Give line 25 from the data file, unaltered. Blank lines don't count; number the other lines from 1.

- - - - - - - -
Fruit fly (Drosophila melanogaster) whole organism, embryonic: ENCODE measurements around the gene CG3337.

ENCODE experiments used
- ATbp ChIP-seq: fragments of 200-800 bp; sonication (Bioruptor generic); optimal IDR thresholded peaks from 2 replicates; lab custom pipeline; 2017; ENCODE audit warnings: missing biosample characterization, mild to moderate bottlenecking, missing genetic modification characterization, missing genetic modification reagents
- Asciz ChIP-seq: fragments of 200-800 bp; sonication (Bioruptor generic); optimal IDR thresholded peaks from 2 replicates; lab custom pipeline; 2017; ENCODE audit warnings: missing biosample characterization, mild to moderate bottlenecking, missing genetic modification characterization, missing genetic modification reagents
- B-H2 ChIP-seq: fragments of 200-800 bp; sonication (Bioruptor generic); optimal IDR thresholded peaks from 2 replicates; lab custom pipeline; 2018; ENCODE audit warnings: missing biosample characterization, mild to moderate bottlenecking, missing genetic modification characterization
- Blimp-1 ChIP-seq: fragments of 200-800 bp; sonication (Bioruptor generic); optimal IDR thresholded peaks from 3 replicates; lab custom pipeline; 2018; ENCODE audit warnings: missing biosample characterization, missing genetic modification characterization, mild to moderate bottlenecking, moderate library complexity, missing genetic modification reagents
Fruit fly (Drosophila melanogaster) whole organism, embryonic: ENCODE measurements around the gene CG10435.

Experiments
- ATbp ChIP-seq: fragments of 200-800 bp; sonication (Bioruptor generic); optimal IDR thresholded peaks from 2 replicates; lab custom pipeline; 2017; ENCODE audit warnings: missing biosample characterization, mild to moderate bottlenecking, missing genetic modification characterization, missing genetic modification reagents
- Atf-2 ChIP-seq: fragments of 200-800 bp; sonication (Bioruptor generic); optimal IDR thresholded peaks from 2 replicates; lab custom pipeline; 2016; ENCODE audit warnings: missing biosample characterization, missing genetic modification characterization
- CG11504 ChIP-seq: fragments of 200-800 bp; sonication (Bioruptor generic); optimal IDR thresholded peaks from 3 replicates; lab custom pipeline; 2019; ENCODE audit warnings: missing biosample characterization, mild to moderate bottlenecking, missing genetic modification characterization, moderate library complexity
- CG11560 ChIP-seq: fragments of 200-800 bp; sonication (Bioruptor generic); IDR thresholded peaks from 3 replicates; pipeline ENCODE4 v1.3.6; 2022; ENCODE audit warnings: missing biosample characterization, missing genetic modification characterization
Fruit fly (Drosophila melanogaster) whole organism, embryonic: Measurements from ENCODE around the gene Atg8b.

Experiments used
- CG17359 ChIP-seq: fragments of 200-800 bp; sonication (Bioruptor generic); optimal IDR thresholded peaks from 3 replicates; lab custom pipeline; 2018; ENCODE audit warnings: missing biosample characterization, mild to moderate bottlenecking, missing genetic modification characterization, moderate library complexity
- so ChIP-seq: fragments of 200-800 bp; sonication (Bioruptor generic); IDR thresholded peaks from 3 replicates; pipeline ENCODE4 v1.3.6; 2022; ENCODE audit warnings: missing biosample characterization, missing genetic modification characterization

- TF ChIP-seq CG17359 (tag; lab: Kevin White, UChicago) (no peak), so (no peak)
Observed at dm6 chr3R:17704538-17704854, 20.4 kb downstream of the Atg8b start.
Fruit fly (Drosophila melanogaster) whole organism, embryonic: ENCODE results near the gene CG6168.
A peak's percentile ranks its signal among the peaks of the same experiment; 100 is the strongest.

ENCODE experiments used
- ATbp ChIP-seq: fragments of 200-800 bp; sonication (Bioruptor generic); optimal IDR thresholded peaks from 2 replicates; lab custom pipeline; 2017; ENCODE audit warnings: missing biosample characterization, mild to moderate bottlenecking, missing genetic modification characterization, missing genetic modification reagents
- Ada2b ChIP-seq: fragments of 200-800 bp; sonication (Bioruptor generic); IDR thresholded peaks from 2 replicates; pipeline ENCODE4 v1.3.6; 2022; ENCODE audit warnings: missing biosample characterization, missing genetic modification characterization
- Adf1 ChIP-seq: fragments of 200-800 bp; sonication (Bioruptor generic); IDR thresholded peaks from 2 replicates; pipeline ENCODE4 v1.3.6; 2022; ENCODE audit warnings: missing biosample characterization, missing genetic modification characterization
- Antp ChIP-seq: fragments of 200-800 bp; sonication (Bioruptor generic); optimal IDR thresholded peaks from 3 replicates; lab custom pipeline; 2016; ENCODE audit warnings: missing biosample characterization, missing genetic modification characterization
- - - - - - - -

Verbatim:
- Antp ChIP-seq: fragments of 200-800 bp; sonication (Bioruptor generic); optimal IDR thresholded peaks from 3 replicates; lab custom pipeline; 2016; ENCODE audit warnings: missing biosample characterization, missing genetic modification characterization